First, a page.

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Zakarin to make Tour debut this July Tue, 21 Jun 2016 21:13:55 +0000 Ilnur Zakarin, Joaquím Rodríguez, and Alexander Kristoff headline Katusha's 2016 Tour de France squad

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PARIS (AFP) — Russia’s Ilnur Zakarin is set to make his Tour de France debut next month, his Katusha team said on Tuesday.

Zakarin, who served a doping suspension from 2009 to 2011 after testing positive for a banned steroid, made a stunning breakthrough last year by winning the prestigious Tour de Romandie, beating Sky’s Chris Froome amongst a stellar field. He went on to win a stage at that year’s Giro.

The 26-year-old was sitting fifth overall in the 2016 Giro when he crashed out of the race with a broken shoulder in stage 19 last month. He has not raced since.

Zakarin will have former Tour podium finisher Joaquím Rodríguez for company on the climbing stages this July. The Spaniard won stage 12 at last year’s Tour, though his best result this season has been a fifth-place finish at the Vuelta al País Vasco (a race he won in 2015).

Alexander Kristoff will lead the Russian squad in the sprints. The Norwegian nabbed two sprint stages in 2014.

Katusha for the Tour de France

Jacopo Guarnieri (ITA)
Marco Haller (AUT)
Alexander Kristoff (NOR)
Alberto Losada (ESP)
Michael Morkov (DEN)
Joaquím Rodríguez (ESP)
Jurgen Van den Broeck (BEL)
Angel Vicioso (ESP)
Ilnur Zakarin (RUS)

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Rio selection looms large for women’s peloton Tue, 21 Jun 2016 20:50:08 +0000 American women await this week’s announcement of the Olympic road team after months — or even years — of preparation for Rio

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This week, USA Cycling will make its road squad selections for the Rio Olympics. For America’s female pro cyclists, it will be an announcement awaited with bated breath, one for which many riders have been preparing for years.

Prestige, personal goals, and even paychecks are riding on USA Cycling’s decision, because for women’s cycling, the Olympics is the top.

“I think for women’s cycling specifically, it’s the pinnacle for us,” said Cervélo – Bigla’s Carmen Small.

USA Cycling will name four riders to the team, two of which will compete in both the time trial and the road race. The long list consists of Small, Evelyn Stevens (Boels – Dolmans), Coryn Rivera (UnitedHealthcare), Kristin Armstrong (Twenty16), Mara Abbott (Wiggle – High5), Amber Neben (BePink), Shelley Olds (Cylance Pro Cycling), Lauren Stephens (TIBCO – SVB), and Tayler Wiles (Orica – AIS). The only automatic team qualifier is Megan Guarnier (Boels – Dolmans), who earned her spot by finishing third at the 2015 UCI world championships in Richmond.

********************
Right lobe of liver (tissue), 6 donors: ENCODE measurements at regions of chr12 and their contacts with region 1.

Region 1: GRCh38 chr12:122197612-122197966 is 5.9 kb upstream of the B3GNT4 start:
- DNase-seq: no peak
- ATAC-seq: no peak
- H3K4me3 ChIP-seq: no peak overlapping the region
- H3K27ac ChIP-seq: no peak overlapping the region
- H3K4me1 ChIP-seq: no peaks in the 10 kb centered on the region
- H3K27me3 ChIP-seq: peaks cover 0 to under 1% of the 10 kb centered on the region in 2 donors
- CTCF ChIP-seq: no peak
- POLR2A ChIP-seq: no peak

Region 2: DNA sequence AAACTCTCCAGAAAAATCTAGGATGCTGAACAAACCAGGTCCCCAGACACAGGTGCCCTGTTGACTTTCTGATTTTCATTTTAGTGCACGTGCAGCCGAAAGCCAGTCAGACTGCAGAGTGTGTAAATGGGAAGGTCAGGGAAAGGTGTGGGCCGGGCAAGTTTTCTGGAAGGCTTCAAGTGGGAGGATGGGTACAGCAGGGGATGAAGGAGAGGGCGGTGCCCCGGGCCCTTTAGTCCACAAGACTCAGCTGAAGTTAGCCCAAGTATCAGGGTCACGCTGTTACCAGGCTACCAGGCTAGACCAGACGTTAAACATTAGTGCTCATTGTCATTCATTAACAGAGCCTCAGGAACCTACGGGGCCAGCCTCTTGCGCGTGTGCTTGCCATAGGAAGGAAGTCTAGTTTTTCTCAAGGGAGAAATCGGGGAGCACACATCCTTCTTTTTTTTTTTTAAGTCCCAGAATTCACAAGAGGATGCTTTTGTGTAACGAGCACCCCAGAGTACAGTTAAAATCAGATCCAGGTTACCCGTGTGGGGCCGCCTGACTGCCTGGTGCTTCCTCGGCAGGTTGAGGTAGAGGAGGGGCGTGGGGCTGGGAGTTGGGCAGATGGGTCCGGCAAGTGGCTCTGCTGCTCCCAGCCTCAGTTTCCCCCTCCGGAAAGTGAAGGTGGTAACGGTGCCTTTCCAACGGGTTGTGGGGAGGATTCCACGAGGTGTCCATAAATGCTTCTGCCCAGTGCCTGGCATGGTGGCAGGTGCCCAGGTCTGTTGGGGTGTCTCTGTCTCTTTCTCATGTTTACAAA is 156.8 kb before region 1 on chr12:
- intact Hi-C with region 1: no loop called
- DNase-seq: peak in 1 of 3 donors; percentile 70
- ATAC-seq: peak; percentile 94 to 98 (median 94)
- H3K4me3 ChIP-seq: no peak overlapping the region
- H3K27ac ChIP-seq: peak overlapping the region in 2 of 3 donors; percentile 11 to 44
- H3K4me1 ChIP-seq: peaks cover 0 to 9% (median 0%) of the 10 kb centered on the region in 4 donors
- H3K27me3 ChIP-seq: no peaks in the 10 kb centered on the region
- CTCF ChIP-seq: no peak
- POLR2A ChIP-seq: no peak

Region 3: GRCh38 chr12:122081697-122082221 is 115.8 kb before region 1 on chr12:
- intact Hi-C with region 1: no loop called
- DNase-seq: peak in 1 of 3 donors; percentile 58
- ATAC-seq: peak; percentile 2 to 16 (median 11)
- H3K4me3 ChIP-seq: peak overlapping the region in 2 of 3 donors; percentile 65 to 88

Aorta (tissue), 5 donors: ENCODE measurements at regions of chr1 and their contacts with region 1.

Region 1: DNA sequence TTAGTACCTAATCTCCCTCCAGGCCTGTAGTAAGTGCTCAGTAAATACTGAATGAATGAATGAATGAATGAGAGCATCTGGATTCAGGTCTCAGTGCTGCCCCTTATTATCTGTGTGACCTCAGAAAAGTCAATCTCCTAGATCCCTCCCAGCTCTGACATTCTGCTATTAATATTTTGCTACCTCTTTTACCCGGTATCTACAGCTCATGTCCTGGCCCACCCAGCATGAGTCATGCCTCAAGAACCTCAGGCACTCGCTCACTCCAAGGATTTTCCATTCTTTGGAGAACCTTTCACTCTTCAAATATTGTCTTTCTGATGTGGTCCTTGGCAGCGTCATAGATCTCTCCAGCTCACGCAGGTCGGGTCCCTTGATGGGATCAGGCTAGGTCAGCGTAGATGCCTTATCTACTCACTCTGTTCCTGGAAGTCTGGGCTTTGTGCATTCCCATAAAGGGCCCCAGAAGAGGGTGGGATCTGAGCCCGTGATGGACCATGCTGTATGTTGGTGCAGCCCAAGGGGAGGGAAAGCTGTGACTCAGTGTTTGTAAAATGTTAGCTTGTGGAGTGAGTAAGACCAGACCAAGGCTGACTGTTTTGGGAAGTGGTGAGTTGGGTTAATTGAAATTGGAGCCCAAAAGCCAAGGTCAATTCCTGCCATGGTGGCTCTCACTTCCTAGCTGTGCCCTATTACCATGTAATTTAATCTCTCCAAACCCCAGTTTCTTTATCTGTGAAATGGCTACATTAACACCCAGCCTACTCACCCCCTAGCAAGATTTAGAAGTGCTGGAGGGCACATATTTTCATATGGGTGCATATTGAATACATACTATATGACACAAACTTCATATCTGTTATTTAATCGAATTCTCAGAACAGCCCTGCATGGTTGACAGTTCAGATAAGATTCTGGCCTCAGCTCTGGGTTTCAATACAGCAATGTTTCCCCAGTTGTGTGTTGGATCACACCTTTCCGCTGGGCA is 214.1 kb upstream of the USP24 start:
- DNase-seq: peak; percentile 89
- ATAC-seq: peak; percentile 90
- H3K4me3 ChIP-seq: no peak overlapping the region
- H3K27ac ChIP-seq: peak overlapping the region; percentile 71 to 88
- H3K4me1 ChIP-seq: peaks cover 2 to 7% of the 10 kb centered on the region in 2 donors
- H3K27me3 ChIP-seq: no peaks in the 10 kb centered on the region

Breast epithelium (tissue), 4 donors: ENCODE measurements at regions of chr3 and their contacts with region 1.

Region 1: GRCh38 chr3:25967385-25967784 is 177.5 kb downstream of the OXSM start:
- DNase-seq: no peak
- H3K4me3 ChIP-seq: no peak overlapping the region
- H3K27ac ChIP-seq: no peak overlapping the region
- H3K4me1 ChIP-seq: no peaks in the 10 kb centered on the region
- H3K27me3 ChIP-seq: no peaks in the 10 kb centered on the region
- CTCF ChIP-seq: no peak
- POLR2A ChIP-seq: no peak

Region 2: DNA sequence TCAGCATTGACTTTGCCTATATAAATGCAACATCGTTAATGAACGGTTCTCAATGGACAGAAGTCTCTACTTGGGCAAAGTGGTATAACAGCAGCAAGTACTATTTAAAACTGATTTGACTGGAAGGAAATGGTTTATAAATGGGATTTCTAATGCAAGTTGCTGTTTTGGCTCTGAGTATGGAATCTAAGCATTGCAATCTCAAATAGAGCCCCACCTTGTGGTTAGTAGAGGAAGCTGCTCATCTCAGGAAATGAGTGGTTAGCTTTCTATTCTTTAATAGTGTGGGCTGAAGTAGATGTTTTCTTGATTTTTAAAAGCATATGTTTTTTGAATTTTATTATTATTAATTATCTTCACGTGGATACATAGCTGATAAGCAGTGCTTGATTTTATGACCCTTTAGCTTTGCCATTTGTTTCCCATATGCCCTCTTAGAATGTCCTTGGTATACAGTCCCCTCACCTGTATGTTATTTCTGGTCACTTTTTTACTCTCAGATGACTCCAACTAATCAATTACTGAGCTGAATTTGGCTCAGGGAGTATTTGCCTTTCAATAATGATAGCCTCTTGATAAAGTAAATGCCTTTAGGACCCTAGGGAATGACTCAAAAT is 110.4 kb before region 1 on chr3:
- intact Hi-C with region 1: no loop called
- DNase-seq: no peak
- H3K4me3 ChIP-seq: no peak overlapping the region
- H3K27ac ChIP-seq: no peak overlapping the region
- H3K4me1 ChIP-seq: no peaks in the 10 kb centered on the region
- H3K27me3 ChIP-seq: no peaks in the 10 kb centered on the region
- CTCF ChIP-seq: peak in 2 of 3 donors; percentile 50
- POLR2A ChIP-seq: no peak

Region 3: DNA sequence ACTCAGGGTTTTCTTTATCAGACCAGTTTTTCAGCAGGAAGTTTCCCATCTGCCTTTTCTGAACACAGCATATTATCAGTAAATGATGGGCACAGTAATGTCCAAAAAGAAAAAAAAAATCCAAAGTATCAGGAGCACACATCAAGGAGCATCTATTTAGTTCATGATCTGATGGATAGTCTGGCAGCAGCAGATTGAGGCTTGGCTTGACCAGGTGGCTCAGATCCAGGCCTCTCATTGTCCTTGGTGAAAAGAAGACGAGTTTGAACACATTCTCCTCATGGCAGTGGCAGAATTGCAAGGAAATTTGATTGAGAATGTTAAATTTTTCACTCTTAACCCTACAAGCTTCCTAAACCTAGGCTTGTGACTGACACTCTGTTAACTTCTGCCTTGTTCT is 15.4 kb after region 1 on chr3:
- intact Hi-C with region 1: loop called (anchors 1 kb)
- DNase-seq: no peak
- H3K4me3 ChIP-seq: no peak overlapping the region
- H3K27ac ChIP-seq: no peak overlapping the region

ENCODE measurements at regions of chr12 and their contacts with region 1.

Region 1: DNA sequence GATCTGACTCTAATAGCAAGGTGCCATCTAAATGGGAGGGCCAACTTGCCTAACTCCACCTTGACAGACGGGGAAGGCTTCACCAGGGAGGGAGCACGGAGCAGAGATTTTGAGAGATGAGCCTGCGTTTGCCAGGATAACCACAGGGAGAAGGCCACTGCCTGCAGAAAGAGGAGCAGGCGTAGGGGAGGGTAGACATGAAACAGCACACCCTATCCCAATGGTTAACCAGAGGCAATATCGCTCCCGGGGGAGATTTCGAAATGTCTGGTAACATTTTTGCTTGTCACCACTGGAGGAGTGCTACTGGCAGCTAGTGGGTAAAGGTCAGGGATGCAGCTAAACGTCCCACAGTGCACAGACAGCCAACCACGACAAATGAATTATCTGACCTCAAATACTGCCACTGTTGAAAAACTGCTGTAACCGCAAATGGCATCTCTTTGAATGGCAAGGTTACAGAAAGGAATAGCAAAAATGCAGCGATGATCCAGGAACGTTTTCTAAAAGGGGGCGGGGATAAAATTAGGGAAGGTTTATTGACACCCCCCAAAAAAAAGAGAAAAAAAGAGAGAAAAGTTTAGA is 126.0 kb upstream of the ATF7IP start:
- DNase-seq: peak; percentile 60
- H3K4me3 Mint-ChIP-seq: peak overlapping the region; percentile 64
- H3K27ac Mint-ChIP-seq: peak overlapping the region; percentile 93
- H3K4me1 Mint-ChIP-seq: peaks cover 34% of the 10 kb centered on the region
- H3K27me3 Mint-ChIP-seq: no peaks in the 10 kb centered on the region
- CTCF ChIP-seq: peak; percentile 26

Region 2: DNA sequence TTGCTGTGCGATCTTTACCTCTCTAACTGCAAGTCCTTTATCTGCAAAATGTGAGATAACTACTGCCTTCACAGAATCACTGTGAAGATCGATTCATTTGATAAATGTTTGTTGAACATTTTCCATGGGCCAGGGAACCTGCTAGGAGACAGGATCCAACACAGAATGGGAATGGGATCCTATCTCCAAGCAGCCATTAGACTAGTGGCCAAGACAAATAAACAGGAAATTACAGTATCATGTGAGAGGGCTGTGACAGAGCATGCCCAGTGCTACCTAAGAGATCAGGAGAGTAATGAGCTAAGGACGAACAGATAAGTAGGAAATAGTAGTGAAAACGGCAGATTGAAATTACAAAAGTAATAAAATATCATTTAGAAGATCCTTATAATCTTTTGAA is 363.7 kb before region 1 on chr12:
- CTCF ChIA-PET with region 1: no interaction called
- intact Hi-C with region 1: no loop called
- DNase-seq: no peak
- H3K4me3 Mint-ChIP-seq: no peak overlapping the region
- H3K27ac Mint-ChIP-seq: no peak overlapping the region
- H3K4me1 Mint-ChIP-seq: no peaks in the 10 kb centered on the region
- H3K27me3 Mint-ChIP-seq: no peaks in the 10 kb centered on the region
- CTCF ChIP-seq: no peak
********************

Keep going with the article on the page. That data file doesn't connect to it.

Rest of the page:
The importance of the Olympics to female cyclists is tied to the sport’s structure. There is no women’s Tour de France, and the high-profile stage races exist on shaky financial ground. Female racers are accustomed to participating in a sport where one-day events, such as the Tour of Flanders and La Flèche-Wallonne carry outsized importance. The struggle for sponsorship dollars and the constant reshuffling of the racing calendar means the Olympics are a rare constant in women’s cycling. They are also an opportunity to reach a wider audience of fans.

“I think the women definitely look to the world championships and the Olympics as big, big, big goals. More so than the men,” Guarnier said. “Because the men have the bigger grand tours that I think end up overshadowing those single-day races. For the women I do think it’s a bigger deal.”

It’s a sentiment echoed by Small, who also emphasized that the once-every-four-years aspect only further serves to set the Olympics apart.

But it’s about more than childhood dreams coming true. Small said an Olympics berth could impact her future occupational ambitions. The 36-year-old hopes to develop young riders and mentor other professionals in an effort to give back to the community that has given her so much. Even if she never races again as a pro, an Olympic selection can further that aspiration.

“Sponsors like being associated with Olympians,” Small said. “It can only benefit anyone that I’d be involved with after my career would be over.”

Small is among a handful of riders who are “on the bubble” for making the four-rider team, and she has personal pressure riding on the selection. Small considered retiring two years ago, but decided to stay on in an effort to make it to Rio.

“Two years ago I decided to go for it,” she said. “So it’s been a long process, trying to get here where I’m at right now.”

She says she’s confident that she’s put her best foot forward with the selection looming. A win at TT nationals is a strong selling point. Beyond that, it’s all about showing she can be a contributing teammate on what she describes as the most challenging course in Olympic history.

The other riders on the bubble have also spent the last few years proving that they belong on the Olympic team. Rivera believes she’s in “a good position” due to her success as a sprinter and support rider. For a rider who may be one of the world’s fastest in a sprint, there will still be plenty of opportunity to put a big engine to work in Rio.

“I think I’ve proved that I’m the best or second best American to Megan, who is already going,” she said. “I’ve showed my strengths, and I can be a team player like I showed at Richmond last year.”

Abbott, who is one of the world’s best climbers, seemed happy with her performances so far this year as well, and comfortable with the decision being in the hands of the selection committee. The Rio course includes one ascent of the Vista Chinesa climb, which is 8.5km long with an average gradient of 5.7 percent.